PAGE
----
Fuel Pump, Dash Panel and Headlight Switch Repair

Fuel Pump Wiring

First job today was to finish off the Fuel Pump wiring. I need to remove the rear seat to enable me to run the wiring through to the boot.  Before I can remove the seat cushion I had to remove the left over fabric which has been sitting there since I bought the car.  There is a reasonable piece of turquoise leather, and what looks to be a full roll of the black and turquoise fabric.  There is also some vinyl which has been stitched together into what almost looks like it might be a head lining.  Not sure what I will do with this.

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I was then able to remove the seat cushion.  This is easy to remove – you simply lift the front edge and then slide it out  Once removed, it is clear that this is brand new trimming when I looked at the underside.  The frame was even painted black!

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To remove the seat back you need to release the tabs at the bottom.  Next you need to open the arm rest and pull the rear cover out which reveals two bolts which need to be removed.

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Before you can lift the seat back off you need to remove the valence at the top.  A couple of minutes having a look revealed that there were 4 bolts holing the valence down, access from the boot.  Once the valence is removed, you simply lift the seat back upwards and pull it forwards.

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Once the seat was out I could route the wires.  I also noticed that there were four 1″ holes in the floor which didn’t have any grommets in them,  Fortunately I have an assortment, and managed to find some which were the correct size.  I lifted the rear carpet and also found a couple of 3/4″ holes which needed grommets.

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Removing the seat also revealed a green wire which I recognized as the rear speaker wire.  I poked this through into the boot in the centre so I can connect it when I get around to buying new speakers.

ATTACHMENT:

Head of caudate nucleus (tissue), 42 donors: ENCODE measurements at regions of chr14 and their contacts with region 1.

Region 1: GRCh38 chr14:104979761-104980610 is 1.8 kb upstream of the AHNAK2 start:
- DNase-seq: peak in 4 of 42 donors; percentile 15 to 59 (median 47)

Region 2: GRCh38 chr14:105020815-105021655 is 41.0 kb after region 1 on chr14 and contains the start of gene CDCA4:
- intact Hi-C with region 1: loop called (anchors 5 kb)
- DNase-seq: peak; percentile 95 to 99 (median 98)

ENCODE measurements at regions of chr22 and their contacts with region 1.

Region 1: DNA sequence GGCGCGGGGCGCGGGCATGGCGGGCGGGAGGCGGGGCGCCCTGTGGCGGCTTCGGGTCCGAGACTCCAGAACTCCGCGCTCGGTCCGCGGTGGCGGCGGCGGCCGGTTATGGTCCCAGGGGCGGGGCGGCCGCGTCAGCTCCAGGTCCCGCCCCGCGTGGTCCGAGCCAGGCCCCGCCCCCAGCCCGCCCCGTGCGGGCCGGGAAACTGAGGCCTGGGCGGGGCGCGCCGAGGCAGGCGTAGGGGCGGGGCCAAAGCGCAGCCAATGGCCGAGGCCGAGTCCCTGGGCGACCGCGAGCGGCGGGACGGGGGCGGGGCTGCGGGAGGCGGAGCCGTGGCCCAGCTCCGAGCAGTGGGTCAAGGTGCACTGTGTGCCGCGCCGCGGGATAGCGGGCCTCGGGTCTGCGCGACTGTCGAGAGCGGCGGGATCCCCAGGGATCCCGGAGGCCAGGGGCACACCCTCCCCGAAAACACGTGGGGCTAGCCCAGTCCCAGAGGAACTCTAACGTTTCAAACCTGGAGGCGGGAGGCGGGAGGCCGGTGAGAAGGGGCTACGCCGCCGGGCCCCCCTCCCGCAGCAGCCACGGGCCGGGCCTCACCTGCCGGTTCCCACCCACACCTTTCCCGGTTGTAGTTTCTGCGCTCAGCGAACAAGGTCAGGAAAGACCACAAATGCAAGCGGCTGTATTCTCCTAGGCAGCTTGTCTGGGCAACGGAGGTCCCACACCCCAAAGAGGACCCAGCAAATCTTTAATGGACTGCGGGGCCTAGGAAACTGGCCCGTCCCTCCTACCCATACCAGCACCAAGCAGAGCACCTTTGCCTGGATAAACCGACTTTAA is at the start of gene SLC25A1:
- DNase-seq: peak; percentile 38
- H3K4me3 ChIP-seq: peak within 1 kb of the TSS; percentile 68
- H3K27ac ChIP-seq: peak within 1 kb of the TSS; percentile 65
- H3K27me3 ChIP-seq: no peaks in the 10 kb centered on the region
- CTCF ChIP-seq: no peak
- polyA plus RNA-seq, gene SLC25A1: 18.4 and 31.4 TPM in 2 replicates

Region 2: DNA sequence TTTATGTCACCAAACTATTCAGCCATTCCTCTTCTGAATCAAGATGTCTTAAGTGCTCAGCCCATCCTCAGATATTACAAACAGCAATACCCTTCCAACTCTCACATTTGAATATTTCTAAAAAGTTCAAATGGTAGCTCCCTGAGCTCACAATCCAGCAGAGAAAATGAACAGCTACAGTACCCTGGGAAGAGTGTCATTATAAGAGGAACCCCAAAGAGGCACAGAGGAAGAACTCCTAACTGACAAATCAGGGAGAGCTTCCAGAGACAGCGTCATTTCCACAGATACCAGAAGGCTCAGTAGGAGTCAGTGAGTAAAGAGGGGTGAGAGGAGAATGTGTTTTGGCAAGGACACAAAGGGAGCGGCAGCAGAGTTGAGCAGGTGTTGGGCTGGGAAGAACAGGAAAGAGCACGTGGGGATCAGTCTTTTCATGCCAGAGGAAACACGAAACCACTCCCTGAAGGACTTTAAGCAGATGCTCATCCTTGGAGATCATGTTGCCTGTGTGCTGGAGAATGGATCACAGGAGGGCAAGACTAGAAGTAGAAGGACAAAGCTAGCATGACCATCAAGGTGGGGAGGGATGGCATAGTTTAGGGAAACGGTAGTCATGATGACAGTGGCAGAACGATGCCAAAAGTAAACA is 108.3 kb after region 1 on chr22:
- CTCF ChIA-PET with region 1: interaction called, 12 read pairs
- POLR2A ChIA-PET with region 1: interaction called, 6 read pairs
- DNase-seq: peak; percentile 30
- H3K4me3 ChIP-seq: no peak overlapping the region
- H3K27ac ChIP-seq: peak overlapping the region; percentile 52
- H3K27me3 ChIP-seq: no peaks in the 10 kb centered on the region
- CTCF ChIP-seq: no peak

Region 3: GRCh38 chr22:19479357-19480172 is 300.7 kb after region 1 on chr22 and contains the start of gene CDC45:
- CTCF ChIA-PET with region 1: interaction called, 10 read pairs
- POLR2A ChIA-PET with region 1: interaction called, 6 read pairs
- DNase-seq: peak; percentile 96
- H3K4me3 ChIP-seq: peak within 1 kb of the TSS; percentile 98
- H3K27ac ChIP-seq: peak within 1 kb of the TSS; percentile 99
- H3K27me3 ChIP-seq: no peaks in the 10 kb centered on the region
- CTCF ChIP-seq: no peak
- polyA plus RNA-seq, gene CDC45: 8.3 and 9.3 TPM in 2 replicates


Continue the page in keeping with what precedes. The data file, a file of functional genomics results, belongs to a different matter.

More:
The wires were tidied up along the rear door opening.  I then ran the wire through to the fuel pump and terminated it with a bullet connector.  I earthed the pump on a bracket and reinstalled the carpet.  I then pulled through the large wire for the air compressor.

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Once everything was done I put it all back together and gave it a quick vacuum.


Dash Panel

I enlisted the assistance of my wife and put the dash panel back into the vehicle.  Once I had connected everything up I connected a battery to see how everything powered up.

I couldn’t believe it  – nothing happened when I turned the key to Accessories or Ignition!  I had to leave as we had a family function, so for the next few hours I was distracted, trying to work out what I had done wrong.  When I got back I had a look and found that the barb on the power connector which was in the ignition switch connector had failed, so the power feed had been pushed out of the plastic connector.


Once the ignition switch problem was solved, it made me think I should check everything else.  The radio and power antenna worked great 🙂  The headlights worked fine, however the instrument lights were dead.

After spending over 1 hour playing with the headlight switch I was just about stumped.  No matter how well I cleaned the contacts and rotating disc, I couldn’t get any consistent conductivity through the dimmer rheostat.  I pulled it apart and put it back together 3 or 4 times with no success.  Through the process of elimination I worked out that although connected, the centre ring was not conducting to the rivet which was supposed to flow the current through to the other side of the ceramic frame.


I used my large soldering iron and some flux to create a solder connection between the two.  This time when I re-assembled the switch it worked perfectly.  Hooray.


When I connected it to the vehicle, I had instrument panel lights.  Not sure how well the picture below shows it, but you get the picture!  The gear selector globe seems too bright compared to everything else – I will go through my globes and see if I have a lower power one.


The day finished with the dash panel installed, and everything working except the clock, which I currently don’t have.  It is with a friend waiting for a rebuild so it actually works.

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Fuel Pump Logic

Working through and checking everything, I think that I had made a mistake with the fuel pump wiring.  I connected the tachometric relay with continuous power, which means it will run whenever it sees pulsing from the negative sensing wire (connected to the negative side of the coil).  I am now wondering if I should have connected it through a second relay using ignition power to trigger it so the fuel pump can only be live when the ignition is on.  This makes more sense.

I don’t really want to remove the dash paned again, but I fear I might have to.  😦


2 thoughts on “Fuel Pump, Dash Panel and Headlight Switch Repair

  1. Hey Tim,
    The Tachometric relay will only be live when it see’s coil switching. So the key must be in the crank or run position and the coil switching to activate power to the fuel pump. Should be no reason for a second relay 🙂


    1. Hey Mickster

      Maybe I am just a bit paranoid!

      I guess if the tachometric relay fails it would fail in the off position, so the worst that could happen would be a tow home. 🙂


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